The Killing of Sister George
Tina Farmer – KDHX, July 15, 2015
‘The Killing of Sister George’ entertains with a twisted tale of love and death
Darkly comic and nearly equally as unsettling, “The Killing of Sister George,” presumably relates the sad story of the death of a beloved radio character. Under this pretense the audience is offered an at times too intimate look at a disturbingly codependent relationship between the actress who portrays Sister George and her roommate. The play, set in the 1960s, was considered daring and explicit, and the movie version garnered an X rating at its release, possibly due to the presumed lesbian relationship as well as the disturbing control struggles, verbal abuse, and suggested violence between the lead characters.
June Buckridge dominates her roommate and lover, Alice “Childie” McNaught, with cutting comments, demands of obeisance and penitence, and a fiercely stubborn will, which turns darker still with the aid of alcohol. She is demanding, unforgiving and surly, finding almost everyone who crosses her path inadequate. Alice, in a semi-repressed state of arrested adolescence, responds with sharp comebacks and vicious maneuverings of her own. Theirs is a volatile relationship, and June’s impending lack of work only amps the tension between the two.
June’s role as the voice of the kind nurse, Sister George, is about to end. Though she’s a favorite character on a popular radio soap opera, its ratings are slipping and June’s questionable public behavior and frequent outbursts have put her character in the crosshairs. The superficially concerned but critical and haughty Mrs. Mercy Croft becomes entangled in the two women’s lives as she updates June on every detail of her character’s death with vicious delight while currying favor with Alice. Clairvoyant neighbor Madame Xenia assists as she can, foreshadowing the play’s events with flamboyant accuracy, and providing both warmth and needed comic relief. Her loyalty and devotion to June may be based solely on a love for the character June portrays; still the soothsayer comes across as the only character that truly cares about June and her well being.
“The Killing of Sister George” is not a light evening of theater, however. Fortunately, the performances are as rich as the story is dark. Lavonne Byers is overtly mannish, abusive without conscience, generally churlish and unlikeable, and yet profoundly compelling as June. Her closing moment is wry, resilient and, at the same time, filled with venomous anger. It is a perfect encapsulation of the character. Shannon Nara is slyly devilish and manipulative as her lover, Alice. She chooses ambition over loyalty and a steely will own that reveals itself scene-by-scene. Erin Kelley is spot-on fashionable, and just as perfectly catty, as the scheming Mercy Croft, and Cooper Shaw’s Madame Xenia flitters and dances across the stage with a lilting, musical sense to her movements and voice.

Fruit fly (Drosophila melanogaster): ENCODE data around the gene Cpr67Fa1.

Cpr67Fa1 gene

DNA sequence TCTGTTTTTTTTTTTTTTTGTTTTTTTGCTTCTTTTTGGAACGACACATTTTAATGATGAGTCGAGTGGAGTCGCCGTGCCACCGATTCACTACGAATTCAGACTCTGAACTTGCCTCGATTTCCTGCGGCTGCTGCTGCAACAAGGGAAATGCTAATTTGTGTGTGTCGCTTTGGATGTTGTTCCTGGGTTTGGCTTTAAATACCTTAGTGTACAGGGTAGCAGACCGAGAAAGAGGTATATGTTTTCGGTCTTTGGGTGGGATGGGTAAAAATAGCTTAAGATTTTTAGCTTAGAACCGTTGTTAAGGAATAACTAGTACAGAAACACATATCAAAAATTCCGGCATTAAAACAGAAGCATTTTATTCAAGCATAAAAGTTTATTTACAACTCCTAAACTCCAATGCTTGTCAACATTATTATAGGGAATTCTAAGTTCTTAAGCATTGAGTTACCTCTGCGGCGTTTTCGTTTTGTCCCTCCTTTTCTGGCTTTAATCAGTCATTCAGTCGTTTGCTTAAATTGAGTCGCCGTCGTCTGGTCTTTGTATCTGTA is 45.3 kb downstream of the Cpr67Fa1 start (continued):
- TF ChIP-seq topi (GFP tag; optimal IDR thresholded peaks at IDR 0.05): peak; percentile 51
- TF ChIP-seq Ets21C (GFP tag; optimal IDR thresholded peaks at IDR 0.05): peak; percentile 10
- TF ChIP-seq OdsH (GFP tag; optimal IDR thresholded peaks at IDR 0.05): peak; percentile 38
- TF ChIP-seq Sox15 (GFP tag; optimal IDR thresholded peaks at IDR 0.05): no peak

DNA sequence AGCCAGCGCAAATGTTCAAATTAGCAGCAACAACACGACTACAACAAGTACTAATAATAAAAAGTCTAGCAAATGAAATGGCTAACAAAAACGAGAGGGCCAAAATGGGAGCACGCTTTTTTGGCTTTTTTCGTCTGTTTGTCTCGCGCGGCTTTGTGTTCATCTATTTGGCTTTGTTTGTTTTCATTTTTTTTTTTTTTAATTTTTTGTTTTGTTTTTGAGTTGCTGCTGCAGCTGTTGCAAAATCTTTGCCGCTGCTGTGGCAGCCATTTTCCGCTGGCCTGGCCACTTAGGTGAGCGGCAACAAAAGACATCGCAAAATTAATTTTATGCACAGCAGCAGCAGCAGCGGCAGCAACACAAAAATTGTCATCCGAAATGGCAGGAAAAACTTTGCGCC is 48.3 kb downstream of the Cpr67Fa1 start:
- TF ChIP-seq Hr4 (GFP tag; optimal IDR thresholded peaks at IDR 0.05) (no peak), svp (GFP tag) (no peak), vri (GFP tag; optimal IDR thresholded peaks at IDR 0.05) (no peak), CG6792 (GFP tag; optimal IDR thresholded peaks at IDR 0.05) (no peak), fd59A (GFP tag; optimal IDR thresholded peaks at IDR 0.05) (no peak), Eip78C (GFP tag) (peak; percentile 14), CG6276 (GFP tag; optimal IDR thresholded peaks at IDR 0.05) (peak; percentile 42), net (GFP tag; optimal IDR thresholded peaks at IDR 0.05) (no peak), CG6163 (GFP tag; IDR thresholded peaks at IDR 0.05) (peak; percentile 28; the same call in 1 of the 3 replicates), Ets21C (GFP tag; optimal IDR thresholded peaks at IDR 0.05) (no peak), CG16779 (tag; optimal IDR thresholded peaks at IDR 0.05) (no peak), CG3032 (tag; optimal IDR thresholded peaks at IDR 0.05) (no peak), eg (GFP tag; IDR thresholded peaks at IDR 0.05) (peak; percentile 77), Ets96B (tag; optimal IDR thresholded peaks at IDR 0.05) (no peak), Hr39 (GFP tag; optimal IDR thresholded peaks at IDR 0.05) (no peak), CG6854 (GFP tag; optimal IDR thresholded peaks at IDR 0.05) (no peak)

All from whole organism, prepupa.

Director Brooke Edwards neither shies away from nor overemphasizes the cruelty inherent in the women’s relationship or June’s apparent dislike of nearly everyone who crosses her path. The set, by Dunsi Dai, and costumes, by Cyndi Lohrmann, help to remind us of the time; and many of the fashion choices, particularly Mercy Croft’s of-the-moment hats, Alice’s shoe collection, and even June’s boucle knitted suits, not only reflect the period but they seem perfect choices that reflect each character’s attitude and personality.
The show is a dark farce, almost a play of very bad manners, and the humor helps to keep the tone light and the action moving forward, and I very much enjoyed the performances while appreciating, if not quite embracing, each character’s choices. And, while it was difficult to be truly sympathetic, I found I cared about the show’s resolution and deeply appreciated the humorous glimmer of hope, or at least positive movement, on which the show ended.
Max and Louie Productions’ “The Killing of Sister George,” running through July 26, 2015, is dark and twisted, and much of the humor comes across in throwaway comments and wicked jabs that almost sneak up on the artist. The abusive nature of June and Alice’s relationship is at times hard to watch, yet just like Madame Xenia I found myself cheering for June despite the occasional urge to snap at her. The result is satisfying and the character offer a fascinatingly unexpected look at sexual dynamics not expect from a play of its vintage.